It also means greater opportunities to reach out and make a difference. This summer Ligety will travel to Ghana to help a Ghanaian ski racer teach about the sport of skiing to his country, as well as raise money for athletics there. In a few weeks, he will fly to Washington, D.C., to promote the World Wildlife Fund.

"That’s definitely one of the cooler things," Ligety said. "I get to do things I wouldn’t have had the opportunity to do before."

The fame has also afforded him the chance to meet a lot of famous figures. While still in Turin he appeared on the Today Show and Late Night with David Letterman. When he is in the nation’s capitol this month, he, along with the other Olympic medallists, will meet President George W. Bush.

Make no mistake, though, Ligety is a race junkie at heart.

"I would always rather be racing than doing media," Ligety said.

Ligety says that his storybook year came together early in the season. He already had a number of podiums heading into Turin and winning in his first event put his confidence at an all-time high for the rest of the Games.

Although he failed to win another medal, Ligety said the experience was amazing. At the moment he realized that he had won the gold in the combined event, he said things became almost surreal.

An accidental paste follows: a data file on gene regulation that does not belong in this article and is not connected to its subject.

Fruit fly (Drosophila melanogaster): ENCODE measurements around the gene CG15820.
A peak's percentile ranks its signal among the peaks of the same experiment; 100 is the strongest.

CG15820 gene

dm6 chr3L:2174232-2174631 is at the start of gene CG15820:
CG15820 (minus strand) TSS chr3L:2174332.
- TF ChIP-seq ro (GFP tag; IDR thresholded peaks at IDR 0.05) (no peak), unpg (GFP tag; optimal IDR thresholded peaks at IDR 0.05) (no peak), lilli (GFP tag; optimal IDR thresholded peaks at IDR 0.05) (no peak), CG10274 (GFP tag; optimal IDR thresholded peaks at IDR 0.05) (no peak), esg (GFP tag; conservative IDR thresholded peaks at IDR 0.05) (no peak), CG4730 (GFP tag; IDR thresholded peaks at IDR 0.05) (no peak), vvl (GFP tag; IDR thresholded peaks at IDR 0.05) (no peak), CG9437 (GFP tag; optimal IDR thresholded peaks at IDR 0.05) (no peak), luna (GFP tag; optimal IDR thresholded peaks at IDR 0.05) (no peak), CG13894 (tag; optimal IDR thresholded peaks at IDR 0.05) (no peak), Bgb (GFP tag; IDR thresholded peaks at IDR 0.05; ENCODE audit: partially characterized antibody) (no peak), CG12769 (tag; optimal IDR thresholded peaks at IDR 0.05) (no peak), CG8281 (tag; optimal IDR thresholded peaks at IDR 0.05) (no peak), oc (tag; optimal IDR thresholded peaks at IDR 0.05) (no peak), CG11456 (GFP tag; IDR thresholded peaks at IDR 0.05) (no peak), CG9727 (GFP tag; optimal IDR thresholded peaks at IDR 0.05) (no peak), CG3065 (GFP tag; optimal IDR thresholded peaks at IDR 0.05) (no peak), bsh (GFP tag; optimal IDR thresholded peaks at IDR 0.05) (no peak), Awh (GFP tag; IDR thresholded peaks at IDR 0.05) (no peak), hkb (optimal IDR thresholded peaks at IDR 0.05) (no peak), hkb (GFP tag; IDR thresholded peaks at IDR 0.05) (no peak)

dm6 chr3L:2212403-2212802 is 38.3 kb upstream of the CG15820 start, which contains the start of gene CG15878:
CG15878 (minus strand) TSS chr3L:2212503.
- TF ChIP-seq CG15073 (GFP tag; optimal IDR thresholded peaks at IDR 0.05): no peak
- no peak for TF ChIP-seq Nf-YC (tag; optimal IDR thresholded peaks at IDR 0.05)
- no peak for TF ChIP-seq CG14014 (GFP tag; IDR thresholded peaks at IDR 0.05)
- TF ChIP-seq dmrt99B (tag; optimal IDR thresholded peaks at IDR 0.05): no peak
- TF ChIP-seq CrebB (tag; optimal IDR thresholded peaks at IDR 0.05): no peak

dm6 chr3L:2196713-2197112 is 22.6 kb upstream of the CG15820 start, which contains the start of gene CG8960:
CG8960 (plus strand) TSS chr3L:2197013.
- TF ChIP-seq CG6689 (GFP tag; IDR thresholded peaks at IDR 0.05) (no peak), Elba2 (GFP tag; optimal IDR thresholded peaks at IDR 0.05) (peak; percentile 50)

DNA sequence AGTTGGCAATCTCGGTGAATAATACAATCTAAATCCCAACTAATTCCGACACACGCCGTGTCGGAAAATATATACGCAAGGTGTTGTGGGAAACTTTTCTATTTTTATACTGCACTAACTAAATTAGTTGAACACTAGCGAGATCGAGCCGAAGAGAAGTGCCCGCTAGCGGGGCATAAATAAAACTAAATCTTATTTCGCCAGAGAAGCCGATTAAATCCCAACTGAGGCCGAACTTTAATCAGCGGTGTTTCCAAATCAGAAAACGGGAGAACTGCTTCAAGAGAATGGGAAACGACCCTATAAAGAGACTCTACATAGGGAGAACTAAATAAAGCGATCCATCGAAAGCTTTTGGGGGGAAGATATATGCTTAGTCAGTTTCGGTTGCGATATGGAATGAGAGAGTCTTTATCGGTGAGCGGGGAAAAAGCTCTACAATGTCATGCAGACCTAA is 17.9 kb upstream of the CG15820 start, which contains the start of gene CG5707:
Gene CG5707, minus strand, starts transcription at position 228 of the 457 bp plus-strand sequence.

"It was weird feeling knowing you had achieved your goal you had always had your sights on," Ligety said.

After the results became official, Ligety says that teammates Steve Nyman and Scott Macartney tackled him and put them on his shoulders.

"You almost don’t realize it actually happened," Ligety said. "Once it happens, it’s a little weird. You are awestruck by what you achieved."

A little bit later he would run over to his moist-eyed parents and felt himself start to well up as well.

"That was the most emotional I was all night," Ligety said. "We were all close to tears. It was definitely great to share that with them."

The victory has also allowed Ligety time to reflect on what got him to the top. A "life-timer" on the Park City Ski Team, he recalled all of the inspirational coaches that helped him become the skier he is today.

"A lot of those coaches have been the most influential people in my life,’ Ligety said.

Ligety was definitely not the top prospect as he was coming up in the local program, but he says that made him successful.

"Not being the best guy was good for me," Ligety said. "It gave me more drive. I know how to work harder."

And it was this motivation to train constantly, lift weights and mentally prepare that Ligety still draws on.

"I’m definitely not satisfied," Ligety said.

Ligety still thinks about the gate he straddled in his best event, slalom, at the Olympics.